Transforming Corrupted Assumptions in John 9

I love the narrative of John 9.  It represents, to some extent, the dynamic I wrote about yesterday.  A consensus opinion, a conventional way of seeing things, is upended and overturned by a new angle of approach.

The conventional thinking among the characters in the story marginalizes the broken and needy, reinforcing corrupted patterns of shame and the consolidation of power among the religious elite.

Similar corrupted assumptions abound in many of our Christian communities.  If something bad has happened to you, it’s probably because there’s hidden sin somewhere in your life.

The disciples bluntly voice this conviction as the narrative opens:

As he went along, he saw a man blind from birth. His disciples asked him, “Rabbi, who sinned, this man or his parents, that he was born blind?”

Some translations of Jesus’ response leave the impression that he corrects them by connecting the man’s blindness to divine causality.  It’s not that this man sinned, or his parents, but God made him blind so that Jesus could heal him, glorifying God.

Such translations are misleading.  Jesus isn’t contrasting human causality with divine causality here. 

He’s trying to revolutionize his disciples’ perspective, transforming their imagination entirely.

He wants them to look out on the world in a renewed way.  When they encounter brokenness, he doesn’t want them to assign blame at all, neither to God or man.  He’s training them to creatively find ways of bringing healing and relief. 

God is gloried when his people bring healing to brokenness, relief to suffering, and the renewal of creation’s flourishing.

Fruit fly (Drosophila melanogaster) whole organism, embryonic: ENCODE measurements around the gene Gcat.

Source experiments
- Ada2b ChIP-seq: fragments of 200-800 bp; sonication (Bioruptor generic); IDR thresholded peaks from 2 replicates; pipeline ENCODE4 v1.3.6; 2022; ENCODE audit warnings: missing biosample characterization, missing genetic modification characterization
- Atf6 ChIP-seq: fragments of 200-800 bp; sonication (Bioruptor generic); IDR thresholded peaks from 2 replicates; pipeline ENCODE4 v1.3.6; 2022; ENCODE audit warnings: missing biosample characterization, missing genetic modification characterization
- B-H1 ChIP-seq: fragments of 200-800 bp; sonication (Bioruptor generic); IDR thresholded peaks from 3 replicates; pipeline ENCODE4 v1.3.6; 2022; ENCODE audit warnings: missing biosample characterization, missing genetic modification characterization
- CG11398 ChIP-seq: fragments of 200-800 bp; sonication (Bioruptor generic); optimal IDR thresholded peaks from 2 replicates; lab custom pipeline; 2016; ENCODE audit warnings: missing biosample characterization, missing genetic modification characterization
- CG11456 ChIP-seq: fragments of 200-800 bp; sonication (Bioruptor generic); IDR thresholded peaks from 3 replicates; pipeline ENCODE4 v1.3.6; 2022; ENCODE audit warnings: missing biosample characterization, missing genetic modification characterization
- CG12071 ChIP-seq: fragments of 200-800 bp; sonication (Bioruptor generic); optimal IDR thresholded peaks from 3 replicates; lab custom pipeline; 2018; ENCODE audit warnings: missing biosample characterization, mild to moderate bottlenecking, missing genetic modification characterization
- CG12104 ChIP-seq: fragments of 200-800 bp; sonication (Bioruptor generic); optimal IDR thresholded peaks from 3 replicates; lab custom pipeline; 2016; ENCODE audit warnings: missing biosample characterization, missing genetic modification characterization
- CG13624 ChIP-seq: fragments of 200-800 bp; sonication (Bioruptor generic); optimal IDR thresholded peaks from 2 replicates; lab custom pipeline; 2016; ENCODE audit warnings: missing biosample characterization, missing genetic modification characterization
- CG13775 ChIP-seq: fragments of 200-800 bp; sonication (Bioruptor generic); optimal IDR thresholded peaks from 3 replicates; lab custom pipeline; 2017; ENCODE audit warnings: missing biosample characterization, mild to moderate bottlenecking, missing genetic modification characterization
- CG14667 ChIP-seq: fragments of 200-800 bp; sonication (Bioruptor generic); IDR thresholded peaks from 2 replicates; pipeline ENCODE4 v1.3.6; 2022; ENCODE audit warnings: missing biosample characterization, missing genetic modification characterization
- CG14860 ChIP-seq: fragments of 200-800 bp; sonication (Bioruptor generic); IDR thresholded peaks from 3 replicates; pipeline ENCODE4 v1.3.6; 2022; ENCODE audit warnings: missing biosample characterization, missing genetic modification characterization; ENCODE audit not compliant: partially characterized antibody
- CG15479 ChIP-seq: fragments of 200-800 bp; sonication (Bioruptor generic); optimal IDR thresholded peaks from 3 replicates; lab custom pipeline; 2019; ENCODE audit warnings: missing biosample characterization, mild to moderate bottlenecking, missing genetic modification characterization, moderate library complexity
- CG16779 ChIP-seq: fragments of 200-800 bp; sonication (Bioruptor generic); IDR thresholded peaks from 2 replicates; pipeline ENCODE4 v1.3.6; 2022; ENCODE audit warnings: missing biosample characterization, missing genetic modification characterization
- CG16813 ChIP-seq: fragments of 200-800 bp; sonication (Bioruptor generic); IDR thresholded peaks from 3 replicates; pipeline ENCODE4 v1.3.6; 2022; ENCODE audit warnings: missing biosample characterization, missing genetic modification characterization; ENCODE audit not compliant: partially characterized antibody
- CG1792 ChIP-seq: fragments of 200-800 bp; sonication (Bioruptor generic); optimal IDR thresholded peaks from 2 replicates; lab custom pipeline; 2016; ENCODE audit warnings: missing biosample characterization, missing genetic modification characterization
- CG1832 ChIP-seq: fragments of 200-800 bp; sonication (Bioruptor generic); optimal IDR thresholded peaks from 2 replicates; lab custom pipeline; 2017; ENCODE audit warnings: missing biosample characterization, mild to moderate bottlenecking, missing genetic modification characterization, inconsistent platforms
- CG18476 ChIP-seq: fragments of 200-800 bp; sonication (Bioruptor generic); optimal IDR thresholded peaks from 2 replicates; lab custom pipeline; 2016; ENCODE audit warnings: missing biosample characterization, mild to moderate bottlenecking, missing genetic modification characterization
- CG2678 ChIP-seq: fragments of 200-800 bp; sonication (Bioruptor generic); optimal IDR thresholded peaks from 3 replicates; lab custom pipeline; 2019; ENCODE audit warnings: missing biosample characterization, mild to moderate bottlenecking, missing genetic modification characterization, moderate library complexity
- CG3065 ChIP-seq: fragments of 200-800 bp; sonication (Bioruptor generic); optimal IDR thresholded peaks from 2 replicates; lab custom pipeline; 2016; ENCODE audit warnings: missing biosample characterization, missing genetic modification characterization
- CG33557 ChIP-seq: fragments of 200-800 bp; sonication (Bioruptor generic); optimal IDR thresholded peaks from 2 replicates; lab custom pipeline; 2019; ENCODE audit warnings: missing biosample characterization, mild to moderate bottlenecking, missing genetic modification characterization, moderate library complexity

The Message nails this passage:

Walking down the street, Jesus saw a man blind from birth. His disciples asked, “Rabbi, who sinned: this man or his parents, causing him to be born blind?” Jesus said, “You’re asking the wrong question. You’re looking for someone to blame. There is no such cause-effect here. Look instead for what God can do. We need to be energetically at work for the One who sent me here, working while the sun shines. When night falls, the workday is over. For as long as I am in the world, there is plenty of light. I am the world’s Light” (vv. 1-5).

5 thoughts on “Transforming Corrupted Assumptions in John 9

  1. Sean Leroy

    Ah..yes. So the narrative is much more about creative ministry opportunity than it is a philosophical causal discussion…? Don’t think I saw that before, so thank you =) BTW, since we’re on the topic, do you know of any studies that look at the narrative art of John’s gospel? Thanks again.

  2. Jaime Hancock

    One of my favorite passages in the NT as well. I have also heard it translated in this way:
    “Rabbi, who sinned, this man or his parents that he was born blind?”
    “No, neither this man nor his parents sinned, but the works of God will be displayed in him.”
    Having lived many years in the Middle East when I was younger, I can testify that the honor and shame still play a significant part in the social fabric of most of those societies.

    Grace and Peace,

  3. Pingback: Last Week’s Reading: Frank Viola, Miracles, and Blogging Controversies « New Ways Forward

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